Sunday, August 02, 2009

Piracy on high seas and on land

An article in Wired explains the soundness of the business model followed by the pirates of Somalia.

“The risk-and-reward calculations for the various players arise at key points of tension: at the outset of a shipment, when a vessel comes under attack, during ransom negotiations, and when a deal is struck. As long as national navies don't roll in with guns blazing, the region's peculiar economics ensure that most everyone gets a cut. …

An ordinary Somali earns about $600 a year, but even the lowliest freebooter can make nearly 17 times that — $10,000 — in a single hijacking. Never mind the risk; it's less dangerous than living in war-torn Mogadishu.”

If you look at the map in that article, Somalia’s location provides the nation with a competitive advantage for piracy. Very close to one of the busiest shipping lanes in the world. It doesn’t call for too much innovation to come up with the idea of piracy.

If you are one those puritans shocked that someone would attempt an economic analysis of piracy, a commenter provides a link to a story on a scheme called “High frequency trading’ practiced by reputed financial firms on Wall Street, and gently reminds you that such methods are nothing but thinly-veiled piracy.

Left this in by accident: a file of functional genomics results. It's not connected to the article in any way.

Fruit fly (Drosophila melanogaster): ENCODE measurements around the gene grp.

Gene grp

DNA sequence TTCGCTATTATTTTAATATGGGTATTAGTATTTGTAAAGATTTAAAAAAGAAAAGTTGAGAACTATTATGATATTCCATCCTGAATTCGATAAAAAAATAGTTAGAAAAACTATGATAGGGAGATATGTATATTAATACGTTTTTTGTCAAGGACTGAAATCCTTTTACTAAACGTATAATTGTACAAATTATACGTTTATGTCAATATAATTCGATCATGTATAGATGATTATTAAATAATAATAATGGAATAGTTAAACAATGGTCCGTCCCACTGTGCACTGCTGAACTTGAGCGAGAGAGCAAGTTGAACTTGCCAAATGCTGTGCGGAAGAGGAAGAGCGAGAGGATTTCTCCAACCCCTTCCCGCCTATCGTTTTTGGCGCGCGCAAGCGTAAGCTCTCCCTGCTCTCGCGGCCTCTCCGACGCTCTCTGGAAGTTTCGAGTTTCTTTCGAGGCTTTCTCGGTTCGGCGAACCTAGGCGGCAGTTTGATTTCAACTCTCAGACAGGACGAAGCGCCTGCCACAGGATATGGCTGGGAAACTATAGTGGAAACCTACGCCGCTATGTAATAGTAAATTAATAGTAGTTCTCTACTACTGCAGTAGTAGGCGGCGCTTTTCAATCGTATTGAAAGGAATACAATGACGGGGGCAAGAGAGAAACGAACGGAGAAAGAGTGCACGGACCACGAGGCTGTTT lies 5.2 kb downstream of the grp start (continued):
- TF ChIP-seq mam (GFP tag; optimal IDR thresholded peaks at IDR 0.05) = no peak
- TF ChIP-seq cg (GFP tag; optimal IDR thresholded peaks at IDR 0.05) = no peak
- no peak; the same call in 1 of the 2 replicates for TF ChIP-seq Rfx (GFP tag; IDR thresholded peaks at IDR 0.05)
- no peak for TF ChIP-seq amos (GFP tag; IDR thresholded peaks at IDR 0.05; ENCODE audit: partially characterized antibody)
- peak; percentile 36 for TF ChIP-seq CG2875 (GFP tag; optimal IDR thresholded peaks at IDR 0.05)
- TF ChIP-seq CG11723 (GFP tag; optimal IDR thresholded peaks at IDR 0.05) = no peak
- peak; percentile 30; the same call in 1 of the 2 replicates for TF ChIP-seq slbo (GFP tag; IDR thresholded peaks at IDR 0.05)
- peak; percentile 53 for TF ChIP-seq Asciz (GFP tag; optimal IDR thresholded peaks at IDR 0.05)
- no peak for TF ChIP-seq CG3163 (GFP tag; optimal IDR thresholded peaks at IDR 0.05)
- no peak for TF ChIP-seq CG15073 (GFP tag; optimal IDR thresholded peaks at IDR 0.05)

Again, when a company bombards you with advertisements and convinces you to cough up a good percentage of your income in patronizing its brands (so as to avoid living a miserable life), it is an act of piracy. (“If you don’t use Brand XXX toothpaste which has ingredient YYY, your teeth will fall out, your gums will rot, your breath will smell of gutter….”) . What you pay out is a form of ransom. No less. The real pirates hold a gun to your head and state their intentions. The surrogate ones simply smooth-talk you out of your money and you appear to be parting with it on your own volition.

3 comments:

Shalini said...

I read both the linked articles. And yours too. I understand a simple - I earn, I spend, I save - type of naivety will not work any more in this world of super intelligent humans armed with advanced technology, ready to mow every thing else and move ahead. Much like the wildebeests. Unfortunately for the mowed down there are emotions and only Valium and Prozac as succor.

Shalini

Raj said...

Shalini, for a minute, view this purely as an economic question.If you bring in emotions and morality, the answers, of course, will be different.

The other point made is that we tend to view the real pirates with disdain, but let other forms of piracy be carried out with impunity.

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